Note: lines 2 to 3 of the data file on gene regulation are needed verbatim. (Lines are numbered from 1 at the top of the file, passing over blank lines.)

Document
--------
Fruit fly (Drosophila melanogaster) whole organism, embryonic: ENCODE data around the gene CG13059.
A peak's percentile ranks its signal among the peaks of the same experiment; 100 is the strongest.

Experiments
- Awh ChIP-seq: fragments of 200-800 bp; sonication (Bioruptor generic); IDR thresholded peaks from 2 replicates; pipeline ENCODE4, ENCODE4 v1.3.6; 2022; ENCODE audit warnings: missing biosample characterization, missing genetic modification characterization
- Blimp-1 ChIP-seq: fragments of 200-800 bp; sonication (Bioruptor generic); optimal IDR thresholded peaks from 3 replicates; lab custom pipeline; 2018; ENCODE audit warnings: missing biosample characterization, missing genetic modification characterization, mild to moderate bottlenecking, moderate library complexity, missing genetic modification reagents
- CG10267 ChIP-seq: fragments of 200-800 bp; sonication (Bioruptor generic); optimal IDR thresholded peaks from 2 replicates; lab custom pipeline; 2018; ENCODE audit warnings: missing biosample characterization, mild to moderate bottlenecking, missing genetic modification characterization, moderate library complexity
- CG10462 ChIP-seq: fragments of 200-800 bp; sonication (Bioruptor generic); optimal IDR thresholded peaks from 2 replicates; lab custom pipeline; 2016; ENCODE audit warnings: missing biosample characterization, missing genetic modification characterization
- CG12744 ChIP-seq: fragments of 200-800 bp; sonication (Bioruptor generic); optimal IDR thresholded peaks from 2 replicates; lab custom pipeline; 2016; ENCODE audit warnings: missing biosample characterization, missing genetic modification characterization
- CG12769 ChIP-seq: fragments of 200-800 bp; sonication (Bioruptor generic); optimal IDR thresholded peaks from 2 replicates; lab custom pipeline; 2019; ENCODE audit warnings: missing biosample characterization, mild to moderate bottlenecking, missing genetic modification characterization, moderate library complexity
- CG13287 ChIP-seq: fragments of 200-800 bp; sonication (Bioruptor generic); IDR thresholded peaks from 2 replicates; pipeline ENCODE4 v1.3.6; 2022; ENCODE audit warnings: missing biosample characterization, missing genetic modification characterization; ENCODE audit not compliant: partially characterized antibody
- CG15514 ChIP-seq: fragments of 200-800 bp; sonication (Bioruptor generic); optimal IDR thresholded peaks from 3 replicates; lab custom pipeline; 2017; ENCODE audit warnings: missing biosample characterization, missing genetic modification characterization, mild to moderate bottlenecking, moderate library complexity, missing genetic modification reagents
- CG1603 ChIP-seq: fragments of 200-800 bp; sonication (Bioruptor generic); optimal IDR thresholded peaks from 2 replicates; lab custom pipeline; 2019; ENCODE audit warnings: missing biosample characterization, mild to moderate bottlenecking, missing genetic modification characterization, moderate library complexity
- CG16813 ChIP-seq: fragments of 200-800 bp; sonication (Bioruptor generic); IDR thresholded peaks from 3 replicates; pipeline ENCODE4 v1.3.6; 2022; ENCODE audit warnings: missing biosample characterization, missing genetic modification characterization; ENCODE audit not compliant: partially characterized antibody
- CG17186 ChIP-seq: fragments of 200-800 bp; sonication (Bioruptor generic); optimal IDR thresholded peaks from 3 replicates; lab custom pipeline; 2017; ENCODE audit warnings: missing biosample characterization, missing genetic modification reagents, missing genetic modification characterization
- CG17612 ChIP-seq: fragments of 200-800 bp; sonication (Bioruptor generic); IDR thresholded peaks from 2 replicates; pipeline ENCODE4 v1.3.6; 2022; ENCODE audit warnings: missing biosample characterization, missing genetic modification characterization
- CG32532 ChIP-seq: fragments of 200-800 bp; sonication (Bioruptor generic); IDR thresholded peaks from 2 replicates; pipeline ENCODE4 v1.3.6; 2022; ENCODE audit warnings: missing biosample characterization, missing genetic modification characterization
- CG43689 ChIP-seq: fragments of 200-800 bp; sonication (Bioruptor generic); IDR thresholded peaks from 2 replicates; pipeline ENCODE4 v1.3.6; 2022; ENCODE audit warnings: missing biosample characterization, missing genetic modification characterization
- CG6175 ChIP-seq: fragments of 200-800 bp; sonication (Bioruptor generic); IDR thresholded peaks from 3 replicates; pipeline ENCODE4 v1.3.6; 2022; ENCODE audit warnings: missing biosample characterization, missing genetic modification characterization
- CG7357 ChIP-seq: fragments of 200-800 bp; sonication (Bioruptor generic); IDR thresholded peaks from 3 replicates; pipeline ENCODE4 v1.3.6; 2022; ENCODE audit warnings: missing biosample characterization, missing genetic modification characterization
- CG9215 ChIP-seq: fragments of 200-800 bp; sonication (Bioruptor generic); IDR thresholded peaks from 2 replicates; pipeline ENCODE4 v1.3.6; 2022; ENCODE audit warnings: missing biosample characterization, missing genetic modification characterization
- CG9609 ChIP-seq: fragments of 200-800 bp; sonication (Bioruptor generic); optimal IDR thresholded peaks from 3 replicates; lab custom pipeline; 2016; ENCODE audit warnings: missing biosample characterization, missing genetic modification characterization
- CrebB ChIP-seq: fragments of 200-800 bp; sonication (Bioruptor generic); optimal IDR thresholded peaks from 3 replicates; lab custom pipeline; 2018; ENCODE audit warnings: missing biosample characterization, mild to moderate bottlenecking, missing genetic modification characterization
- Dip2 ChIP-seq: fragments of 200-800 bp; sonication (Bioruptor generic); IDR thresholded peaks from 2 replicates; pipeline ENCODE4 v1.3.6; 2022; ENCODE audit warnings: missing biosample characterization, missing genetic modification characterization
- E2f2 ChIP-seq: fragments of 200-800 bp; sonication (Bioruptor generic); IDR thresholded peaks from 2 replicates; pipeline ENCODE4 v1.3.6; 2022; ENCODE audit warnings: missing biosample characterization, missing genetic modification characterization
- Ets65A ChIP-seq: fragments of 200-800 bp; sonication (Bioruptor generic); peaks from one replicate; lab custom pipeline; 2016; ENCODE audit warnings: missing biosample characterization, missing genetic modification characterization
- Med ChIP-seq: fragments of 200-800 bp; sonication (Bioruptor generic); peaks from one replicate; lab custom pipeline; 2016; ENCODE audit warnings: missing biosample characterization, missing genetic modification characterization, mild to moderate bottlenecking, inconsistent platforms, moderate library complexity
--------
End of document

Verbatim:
A peak's percentile ranks its signal among the peaks of the same experiment; 100 is the strongest.

Experiments